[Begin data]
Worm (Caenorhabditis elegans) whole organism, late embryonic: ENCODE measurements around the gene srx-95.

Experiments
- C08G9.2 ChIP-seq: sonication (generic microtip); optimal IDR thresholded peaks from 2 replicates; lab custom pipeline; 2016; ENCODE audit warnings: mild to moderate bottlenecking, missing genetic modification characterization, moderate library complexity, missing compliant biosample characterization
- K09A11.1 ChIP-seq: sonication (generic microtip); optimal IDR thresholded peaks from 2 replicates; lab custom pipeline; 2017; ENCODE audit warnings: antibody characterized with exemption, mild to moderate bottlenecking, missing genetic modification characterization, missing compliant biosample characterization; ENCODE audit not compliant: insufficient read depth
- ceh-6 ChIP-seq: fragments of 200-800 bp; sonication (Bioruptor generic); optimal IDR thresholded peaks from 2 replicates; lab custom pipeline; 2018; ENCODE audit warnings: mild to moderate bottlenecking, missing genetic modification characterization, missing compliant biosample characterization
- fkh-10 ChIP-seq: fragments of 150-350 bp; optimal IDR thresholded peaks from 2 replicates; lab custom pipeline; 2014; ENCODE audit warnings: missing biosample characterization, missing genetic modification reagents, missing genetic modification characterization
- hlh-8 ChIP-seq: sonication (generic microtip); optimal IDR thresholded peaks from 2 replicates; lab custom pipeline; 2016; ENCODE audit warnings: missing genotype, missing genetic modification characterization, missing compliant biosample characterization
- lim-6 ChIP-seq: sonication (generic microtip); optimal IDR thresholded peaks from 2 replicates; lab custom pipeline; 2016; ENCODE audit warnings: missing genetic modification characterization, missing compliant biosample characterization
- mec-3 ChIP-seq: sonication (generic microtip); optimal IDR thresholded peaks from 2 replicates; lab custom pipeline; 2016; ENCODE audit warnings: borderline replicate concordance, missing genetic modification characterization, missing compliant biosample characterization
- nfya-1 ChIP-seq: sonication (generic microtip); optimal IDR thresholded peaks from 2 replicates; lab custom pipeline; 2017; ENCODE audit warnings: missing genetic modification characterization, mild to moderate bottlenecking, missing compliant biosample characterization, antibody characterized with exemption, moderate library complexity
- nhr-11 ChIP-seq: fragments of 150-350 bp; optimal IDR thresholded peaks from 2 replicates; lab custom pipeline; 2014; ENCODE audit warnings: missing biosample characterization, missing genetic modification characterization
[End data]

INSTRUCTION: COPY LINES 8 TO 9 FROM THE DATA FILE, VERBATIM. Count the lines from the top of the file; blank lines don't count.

- lim-6 ChIP-seq: sonication (generic microtip); optimal IDR thresholded peaks from 2 replicates; lab custom pipeline; 2016; ENCODE audit warnings: missing genetic modification characterization, missing compliant biosample characterization
- mec-3 ChIP-seq: sonication (generic microtip); optimal IDR thresholded peaks from 2 replicates; lab custom pipeline; 2016; ENCODE audit warnings: borderline replicate concordance, missing genetic modification characterization, missing compliant biosample characterization